Hydrocodone; Ibuprofen: (Moderate) Concomitant use of hydrocodone with dalfopristin; quinupristin may increase hydrocodone plasma concentrations and prolong opioid adverse reactions, including hypotension, respiratory depression, profound sedation, coma, and death. It is recommended to avoid this combination when hydrocodone is being used for cough. If coadministration is necessary, monitor patients closely at frequent intervals and consider a dosage reduction of hydrocodone until stable drug effects are achieved. Discontinuation of dalfopristin; quinupristin could decrease hydrocodone plasma concentrations, decrease opioid efficacy, and potentially lead to a withdrawal syndrome in those with physical dependence to hydrocodone. If dalfopristin; quinupristin is discontinued, monitor the patient carefully and consider increasing the opioid dosage if appropriate. Hydrocodone is a substrate for CYP3A4. Dalfopristin; quinupristin is a weak inhibitor of CYP3A4.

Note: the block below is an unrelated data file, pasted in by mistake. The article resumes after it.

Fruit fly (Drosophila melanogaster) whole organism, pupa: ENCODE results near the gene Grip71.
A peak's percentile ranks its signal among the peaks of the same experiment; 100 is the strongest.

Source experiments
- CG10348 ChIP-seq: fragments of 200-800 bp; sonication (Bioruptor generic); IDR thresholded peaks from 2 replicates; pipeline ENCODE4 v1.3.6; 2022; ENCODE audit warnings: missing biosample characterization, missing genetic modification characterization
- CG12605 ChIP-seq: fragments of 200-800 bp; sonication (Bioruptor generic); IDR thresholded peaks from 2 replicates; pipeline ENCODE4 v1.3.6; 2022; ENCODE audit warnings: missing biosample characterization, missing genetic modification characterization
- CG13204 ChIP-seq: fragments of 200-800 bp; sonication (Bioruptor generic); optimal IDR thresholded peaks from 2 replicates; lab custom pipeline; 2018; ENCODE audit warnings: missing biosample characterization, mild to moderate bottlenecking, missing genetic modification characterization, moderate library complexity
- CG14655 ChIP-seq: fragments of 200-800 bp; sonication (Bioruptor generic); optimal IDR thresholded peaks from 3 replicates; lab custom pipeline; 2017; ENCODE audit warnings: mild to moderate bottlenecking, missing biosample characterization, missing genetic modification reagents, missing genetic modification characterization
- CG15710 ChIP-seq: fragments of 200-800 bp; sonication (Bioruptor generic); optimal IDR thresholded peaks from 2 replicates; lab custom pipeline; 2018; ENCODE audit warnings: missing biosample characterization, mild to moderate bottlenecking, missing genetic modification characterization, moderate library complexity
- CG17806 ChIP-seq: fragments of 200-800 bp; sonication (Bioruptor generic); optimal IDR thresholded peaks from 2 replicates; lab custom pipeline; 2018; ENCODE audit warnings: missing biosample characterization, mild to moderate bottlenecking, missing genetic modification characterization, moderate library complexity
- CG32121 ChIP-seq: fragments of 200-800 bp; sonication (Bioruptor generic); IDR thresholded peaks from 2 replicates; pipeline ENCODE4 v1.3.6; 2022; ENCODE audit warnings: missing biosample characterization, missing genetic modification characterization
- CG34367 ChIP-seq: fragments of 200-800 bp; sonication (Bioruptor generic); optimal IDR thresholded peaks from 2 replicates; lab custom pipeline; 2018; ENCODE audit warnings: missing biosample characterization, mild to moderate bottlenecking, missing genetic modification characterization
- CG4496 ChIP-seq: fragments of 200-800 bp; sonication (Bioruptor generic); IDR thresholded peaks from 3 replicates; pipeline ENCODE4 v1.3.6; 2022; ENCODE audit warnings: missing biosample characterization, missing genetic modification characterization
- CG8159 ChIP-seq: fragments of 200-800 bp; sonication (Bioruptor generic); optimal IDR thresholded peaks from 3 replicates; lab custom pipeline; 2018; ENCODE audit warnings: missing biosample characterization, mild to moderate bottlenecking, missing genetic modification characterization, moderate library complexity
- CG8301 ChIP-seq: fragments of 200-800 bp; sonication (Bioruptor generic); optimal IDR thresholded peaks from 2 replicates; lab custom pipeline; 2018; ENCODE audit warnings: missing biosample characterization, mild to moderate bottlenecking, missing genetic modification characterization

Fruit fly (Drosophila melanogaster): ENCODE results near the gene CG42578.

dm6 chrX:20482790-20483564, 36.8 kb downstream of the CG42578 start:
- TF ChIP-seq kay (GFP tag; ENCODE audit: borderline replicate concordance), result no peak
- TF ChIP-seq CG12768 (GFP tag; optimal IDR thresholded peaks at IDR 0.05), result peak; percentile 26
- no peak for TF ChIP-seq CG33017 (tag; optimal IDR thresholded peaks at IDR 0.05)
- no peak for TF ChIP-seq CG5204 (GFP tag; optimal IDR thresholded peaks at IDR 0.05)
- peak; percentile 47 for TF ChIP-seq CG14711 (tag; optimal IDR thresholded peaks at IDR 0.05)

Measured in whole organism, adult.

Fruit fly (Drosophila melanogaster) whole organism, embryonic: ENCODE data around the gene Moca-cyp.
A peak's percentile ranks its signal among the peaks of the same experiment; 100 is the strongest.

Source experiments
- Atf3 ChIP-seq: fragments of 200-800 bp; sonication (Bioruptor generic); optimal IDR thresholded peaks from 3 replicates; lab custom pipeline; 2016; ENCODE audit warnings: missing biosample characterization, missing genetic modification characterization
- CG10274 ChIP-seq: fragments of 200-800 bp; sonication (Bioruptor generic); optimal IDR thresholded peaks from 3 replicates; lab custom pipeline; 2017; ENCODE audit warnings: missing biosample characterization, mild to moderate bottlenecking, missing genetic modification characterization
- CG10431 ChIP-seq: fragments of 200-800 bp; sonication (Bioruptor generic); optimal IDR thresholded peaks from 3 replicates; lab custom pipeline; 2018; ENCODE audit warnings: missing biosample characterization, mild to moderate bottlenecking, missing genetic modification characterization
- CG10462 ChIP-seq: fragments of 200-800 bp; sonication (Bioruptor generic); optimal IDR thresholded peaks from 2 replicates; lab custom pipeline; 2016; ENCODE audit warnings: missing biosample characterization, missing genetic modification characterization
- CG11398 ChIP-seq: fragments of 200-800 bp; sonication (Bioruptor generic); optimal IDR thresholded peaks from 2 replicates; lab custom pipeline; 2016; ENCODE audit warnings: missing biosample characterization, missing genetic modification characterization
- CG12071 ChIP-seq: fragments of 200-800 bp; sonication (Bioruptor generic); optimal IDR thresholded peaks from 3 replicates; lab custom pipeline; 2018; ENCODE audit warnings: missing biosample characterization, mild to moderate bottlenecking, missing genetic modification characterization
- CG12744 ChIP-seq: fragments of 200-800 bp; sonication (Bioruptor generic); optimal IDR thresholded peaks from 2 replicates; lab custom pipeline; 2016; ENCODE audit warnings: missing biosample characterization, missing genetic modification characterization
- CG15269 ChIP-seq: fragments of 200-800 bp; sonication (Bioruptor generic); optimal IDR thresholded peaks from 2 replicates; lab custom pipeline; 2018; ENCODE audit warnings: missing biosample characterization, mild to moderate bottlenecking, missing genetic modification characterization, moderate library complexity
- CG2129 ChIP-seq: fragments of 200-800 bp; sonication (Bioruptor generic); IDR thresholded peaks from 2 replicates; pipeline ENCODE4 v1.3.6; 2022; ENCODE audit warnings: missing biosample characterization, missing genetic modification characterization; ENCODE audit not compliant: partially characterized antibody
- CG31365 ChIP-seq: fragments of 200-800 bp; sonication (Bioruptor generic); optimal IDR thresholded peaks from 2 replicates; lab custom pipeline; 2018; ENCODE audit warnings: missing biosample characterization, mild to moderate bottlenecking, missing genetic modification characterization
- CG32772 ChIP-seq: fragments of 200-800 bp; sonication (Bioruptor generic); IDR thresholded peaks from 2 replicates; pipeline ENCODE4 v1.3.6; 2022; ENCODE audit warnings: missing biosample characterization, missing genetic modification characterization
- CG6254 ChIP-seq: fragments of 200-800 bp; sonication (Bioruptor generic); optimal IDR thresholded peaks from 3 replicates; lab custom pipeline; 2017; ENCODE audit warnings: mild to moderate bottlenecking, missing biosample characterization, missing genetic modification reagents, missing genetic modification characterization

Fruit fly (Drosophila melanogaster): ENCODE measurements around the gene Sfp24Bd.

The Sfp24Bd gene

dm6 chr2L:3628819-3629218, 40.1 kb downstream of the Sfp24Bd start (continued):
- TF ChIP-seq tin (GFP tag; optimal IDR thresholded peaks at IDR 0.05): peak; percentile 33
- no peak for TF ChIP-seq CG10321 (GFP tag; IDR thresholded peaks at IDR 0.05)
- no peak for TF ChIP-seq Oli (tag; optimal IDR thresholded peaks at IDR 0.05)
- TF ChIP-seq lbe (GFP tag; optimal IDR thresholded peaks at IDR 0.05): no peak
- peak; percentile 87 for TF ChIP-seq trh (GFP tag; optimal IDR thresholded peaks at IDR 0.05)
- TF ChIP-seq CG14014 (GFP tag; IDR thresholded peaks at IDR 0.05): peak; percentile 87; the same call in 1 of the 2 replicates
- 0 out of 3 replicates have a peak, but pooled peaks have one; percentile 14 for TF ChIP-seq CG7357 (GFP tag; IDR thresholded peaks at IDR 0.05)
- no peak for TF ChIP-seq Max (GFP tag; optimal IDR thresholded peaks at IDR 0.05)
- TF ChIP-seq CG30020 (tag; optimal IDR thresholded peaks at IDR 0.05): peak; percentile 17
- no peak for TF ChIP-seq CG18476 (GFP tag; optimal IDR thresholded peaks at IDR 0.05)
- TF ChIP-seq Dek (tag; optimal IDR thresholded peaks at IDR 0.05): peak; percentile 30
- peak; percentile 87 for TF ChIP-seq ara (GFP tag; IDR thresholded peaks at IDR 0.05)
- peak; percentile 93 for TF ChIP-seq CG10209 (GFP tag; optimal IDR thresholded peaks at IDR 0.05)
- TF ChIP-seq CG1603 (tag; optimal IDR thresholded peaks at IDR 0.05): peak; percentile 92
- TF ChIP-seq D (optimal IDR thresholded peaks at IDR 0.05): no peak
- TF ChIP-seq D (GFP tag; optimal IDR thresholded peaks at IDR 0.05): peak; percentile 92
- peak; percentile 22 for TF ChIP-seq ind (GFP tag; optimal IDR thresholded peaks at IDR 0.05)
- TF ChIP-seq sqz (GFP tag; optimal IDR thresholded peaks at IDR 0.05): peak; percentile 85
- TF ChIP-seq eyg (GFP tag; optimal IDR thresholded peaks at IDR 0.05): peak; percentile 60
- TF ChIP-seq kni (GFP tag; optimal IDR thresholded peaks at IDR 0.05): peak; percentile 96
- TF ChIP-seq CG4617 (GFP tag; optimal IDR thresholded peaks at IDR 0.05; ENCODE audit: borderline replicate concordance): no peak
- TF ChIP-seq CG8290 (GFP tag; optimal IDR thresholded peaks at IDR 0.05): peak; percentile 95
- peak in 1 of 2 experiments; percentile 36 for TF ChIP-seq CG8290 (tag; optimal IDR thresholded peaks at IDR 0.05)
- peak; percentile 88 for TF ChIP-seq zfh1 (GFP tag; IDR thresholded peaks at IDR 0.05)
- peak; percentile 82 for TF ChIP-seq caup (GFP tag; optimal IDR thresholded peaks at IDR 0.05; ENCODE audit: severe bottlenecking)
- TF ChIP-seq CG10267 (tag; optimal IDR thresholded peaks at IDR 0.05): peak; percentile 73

Hydrocodone; Phenylephrine: (Moderate) Concomitant use of hydrocodone with dalfopristin; quinupristin may increase hydrocodone plasma concentrations and prolong opioid adverse reactions, including hypotension, respiratory depression, profound sedation, coma, and death. It is recommended to avoid this combination when hydrocodone is being used for cough. If coadministration is necessary, monitor patients closely at frequent intervals and consider a dosage reduction of hydrocodone until stable drug effects are achieved. Discontinuation of dalfopristin; quinupristin could decrease hydrocodone plasma concentrations, decrease opioid efficacy, and potentially lead to a withdrawal syndrome in those with physical dependence to hydrocodone. If dalfopristin; quinupristin is discontinued, monitor the patient carefully and consider increasing the opioid dosage if appropriate. Hydrocodone is a substrate for CYP3A4. Dalfopristin; quinupristin is a weak inhibitor of CYP3A4.